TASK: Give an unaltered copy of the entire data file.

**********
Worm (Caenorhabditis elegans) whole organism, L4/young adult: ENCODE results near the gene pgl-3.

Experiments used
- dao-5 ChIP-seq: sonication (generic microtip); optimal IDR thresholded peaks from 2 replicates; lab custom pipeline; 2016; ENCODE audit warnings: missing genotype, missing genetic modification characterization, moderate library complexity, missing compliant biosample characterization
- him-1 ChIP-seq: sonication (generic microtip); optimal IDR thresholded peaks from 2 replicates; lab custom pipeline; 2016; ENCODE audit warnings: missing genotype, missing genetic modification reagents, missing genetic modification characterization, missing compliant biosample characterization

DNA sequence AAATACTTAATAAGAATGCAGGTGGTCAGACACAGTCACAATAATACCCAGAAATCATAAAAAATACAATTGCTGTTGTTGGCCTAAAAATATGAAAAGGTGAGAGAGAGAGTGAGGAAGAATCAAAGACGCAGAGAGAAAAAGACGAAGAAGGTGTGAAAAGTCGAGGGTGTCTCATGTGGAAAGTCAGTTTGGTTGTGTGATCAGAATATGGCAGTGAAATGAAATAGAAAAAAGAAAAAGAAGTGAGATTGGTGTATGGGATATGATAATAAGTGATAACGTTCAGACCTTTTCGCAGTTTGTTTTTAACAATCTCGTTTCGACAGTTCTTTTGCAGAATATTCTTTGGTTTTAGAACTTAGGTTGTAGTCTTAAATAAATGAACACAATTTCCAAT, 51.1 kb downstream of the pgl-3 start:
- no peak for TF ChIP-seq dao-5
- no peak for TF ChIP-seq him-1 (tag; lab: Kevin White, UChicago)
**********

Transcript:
Worm (Caenorhabditis elegans) whole organism, L4/young adult: ENCODE results near the gene pgl-3.

Experiments used
- dao-5 ChIP-seq: sonication (generic microtip); optimal IDR thresholded peaks from 2 replicates; lab custom pipeline; 2016; ENCODE audit warnings: missing genotype, missing genetic modification characterization, moderate library complexity, missing compliant biosample characterization
- him-1 ChIP-seq: sonication (generic microtip); optimal IDR thresholded peaks from 2 replicates; lab custom pipeline; 2016; ENCODE audit warnings: missing genotype, missing genetic modification reagents, missing genetic modification characterization, missing compliant biosample characterization

DNA sequence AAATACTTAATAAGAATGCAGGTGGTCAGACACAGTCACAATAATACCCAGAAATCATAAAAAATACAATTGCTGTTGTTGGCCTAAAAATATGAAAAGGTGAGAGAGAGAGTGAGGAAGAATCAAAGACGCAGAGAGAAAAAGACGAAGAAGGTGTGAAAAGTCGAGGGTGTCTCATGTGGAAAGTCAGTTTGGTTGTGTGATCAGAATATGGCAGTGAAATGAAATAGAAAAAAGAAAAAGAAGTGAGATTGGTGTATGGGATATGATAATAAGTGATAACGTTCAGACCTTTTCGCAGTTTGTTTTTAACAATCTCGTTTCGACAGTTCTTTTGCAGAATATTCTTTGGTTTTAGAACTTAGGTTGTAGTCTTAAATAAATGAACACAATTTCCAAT, 51.1 kb downstream of the pgl-3 start:
- no peak for TF ChIP-seq dao-5
- no peak for TF ChIP-seq him-1 (tag; lab: Kevin White, UChicago)